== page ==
Way back in 1991, Ex Libris ventured out into the world of game-playing from one of England’s great learned and literary cities: Oxford.
This is not the complex game of the same name that was brought onto the scene in about 2017.
In this Ex Libris, there’s no board, no special pieces, and no beautifully decorated cards. There are just plain white cards, containing information about a hundred novels from authors ranging from Charles Dickens to Harold Robbins, from Jane Austen to Barbara Cartland. Clearly, a vast variety of writing styles.
It’s described as “the game of first lines and last words”. As you can guess, it’s very much a words-game: a miniature creative writing escapade, with opportunity for fun and frustration.
In each round, one player acts as reader. They pick a card (about a book), then name the author and read out a brief description of the book. The others then have to write the opening or closing words to the work. It might be a longish sentence, or just a few words.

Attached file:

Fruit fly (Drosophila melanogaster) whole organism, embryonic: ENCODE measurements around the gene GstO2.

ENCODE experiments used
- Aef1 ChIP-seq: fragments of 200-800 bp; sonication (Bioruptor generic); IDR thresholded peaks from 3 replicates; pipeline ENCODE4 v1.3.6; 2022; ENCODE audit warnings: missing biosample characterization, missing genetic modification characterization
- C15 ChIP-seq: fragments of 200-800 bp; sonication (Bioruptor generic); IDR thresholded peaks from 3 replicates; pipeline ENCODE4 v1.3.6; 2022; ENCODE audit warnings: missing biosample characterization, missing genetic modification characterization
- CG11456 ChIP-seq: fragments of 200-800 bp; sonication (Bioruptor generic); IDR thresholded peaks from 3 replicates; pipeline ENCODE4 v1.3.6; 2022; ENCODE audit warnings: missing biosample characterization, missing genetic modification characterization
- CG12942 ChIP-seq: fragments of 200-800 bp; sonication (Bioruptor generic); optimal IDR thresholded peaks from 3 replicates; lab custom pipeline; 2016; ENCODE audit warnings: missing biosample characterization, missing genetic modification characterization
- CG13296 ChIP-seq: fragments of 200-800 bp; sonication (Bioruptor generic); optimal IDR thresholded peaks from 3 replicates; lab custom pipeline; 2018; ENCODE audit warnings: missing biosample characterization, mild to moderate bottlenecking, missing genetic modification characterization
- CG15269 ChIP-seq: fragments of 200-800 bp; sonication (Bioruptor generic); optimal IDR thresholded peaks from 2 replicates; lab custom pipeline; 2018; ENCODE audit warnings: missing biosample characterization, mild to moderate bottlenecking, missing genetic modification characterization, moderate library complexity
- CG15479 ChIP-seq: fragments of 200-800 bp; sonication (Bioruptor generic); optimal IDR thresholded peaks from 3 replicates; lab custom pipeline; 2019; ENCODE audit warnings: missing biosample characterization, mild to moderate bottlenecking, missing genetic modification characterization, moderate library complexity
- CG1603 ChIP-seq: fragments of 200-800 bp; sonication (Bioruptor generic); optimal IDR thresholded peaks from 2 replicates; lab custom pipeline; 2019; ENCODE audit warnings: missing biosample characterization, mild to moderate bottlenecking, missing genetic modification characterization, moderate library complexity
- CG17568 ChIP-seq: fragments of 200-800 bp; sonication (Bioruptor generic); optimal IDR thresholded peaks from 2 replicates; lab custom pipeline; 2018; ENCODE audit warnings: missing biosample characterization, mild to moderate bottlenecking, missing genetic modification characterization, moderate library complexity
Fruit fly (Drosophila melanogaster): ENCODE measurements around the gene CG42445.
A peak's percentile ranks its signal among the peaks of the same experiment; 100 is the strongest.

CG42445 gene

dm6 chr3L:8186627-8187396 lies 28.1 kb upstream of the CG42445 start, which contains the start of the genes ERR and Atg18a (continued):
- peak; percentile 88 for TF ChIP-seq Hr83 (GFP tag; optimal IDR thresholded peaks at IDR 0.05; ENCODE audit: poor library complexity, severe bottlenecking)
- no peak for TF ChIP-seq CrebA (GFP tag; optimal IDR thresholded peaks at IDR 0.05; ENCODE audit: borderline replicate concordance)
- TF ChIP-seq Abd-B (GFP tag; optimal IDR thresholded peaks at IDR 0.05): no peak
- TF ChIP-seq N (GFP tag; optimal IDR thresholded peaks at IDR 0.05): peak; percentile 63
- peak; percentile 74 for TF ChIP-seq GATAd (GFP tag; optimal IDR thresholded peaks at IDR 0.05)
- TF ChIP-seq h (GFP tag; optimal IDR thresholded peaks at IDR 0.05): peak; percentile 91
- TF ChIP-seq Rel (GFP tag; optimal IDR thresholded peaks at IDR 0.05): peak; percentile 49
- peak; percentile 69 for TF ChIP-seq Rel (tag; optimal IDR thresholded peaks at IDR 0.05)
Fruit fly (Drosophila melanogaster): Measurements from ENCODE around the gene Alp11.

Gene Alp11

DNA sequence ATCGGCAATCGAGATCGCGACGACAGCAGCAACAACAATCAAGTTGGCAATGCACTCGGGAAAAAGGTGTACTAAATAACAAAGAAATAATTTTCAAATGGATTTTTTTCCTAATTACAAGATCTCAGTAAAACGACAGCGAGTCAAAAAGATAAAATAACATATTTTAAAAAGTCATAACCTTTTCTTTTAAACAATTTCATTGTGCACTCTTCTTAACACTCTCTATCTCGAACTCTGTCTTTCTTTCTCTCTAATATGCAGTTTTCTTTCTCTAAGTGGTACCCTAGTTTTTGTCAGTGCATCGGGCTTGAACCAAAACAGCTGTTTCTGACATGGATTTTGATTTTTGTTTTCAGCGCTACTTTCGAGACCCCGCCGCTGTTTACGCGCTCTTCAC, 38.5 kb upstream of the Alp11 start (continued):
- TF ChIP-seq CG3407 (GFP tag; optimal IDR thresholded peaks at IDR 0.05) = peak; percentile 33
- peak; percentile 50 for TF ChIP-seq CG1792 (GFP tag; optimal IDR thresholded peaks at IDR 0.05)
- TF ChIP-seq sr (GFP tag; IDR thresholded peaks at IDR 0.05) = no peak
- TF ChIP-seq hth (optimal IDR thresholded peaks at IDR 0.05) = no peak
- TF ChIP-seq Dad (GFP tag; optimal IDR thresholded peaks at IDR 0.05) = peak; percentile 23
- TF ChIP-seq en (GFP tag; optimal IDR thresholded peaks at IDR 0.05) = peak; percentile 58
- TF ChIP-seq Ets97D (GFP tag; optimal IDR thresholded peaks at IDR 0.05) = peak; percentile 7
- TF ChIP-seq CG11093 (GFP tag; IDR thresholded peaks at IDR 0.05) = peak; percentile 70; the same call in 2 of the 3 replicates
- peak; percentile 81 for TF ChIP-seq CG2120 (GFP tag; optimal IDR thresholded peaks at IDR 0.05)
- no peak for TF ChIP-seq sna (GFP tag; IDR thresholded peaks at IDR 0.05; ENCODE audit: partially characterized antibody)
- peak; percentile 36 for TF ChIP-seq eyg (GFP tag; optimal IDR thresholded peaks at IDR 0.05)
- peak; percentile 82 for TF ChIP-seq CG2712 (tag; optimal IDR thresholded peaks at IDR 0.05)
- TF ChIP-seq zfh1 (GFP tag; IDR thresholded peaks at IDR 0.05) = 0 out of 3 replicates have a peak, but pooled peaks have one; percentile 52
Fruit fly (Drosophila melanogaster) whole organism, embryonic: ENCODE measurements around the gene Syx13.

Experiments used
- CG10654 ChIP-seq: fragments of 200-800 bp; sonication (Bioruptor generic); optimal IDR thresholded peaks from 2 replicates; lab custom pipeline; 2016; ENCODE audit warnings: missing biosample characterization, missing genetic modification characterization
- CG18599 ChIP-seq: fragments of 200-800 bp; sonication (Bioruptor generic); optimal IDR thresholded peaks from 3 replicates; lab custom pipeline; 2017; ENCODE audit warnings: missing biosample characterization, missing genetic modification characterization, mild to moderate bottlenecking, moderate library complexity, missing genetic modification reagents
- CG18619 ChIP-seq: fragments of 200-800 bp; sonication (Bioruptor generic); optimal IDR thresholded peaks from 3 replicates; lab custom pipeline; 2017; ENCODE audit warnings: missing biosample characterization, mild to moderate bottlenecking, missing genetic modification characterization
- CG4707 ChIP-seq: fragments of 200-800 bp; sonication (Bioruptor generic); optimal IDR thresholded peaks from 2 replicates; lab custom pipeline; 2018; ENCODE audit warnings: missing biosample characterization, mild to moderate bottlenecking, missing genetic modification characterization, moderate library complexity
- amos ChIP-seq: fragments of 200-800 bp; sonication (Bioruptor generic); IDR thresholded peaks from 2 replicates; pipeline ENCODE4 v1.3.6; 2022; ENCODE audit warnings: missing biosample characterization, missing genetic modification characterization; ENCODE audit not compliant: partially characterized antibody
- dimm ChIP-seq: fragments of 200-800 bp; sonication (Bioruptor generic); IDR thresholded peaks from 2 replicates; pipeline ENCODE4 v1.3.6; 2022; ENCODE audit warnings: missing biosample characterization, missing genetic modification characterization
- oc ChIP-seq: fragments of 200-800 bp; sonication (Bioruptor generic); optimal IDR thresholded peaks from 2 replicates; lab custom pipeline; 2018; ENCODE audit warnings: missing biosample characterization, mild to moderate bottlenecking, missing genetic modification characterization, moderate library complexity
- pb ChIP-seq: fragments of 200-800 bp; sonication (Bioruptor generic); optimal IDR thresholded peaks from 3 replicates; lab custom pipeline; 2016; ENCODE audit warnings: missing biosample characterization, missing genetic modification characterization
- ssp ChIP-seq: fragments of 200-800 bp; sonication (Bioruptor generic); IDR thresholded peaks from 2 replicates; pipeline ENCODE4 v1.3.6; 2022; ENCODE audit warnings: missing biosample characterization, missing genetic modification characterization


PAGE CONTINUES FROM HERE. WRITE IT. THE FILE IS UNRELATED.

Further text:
They are seeking to lure fellow players into believing their words to be the genuine ones. They don’t have to try to remember the book (if they ever read it anyway), nor the style. They merely (?) need to scribble down something that seems plausible, remembering that the others may know even less about the book and its author.
These all handed (unseen) to the reader, who mixes the genuine and fake words together. Then each is read out, and players vote for the words they believe to be the real ones. The outcomes and the scores received rest on those votes.
Because of the demand to think and create, Ex Libris may seem more complex than it actually is.
- the game needs no learning
- easy setting up
- no strategy or tactics involved
- a bit of bravery wouldn’t go amiss
- calls for creative thinking
- creating clues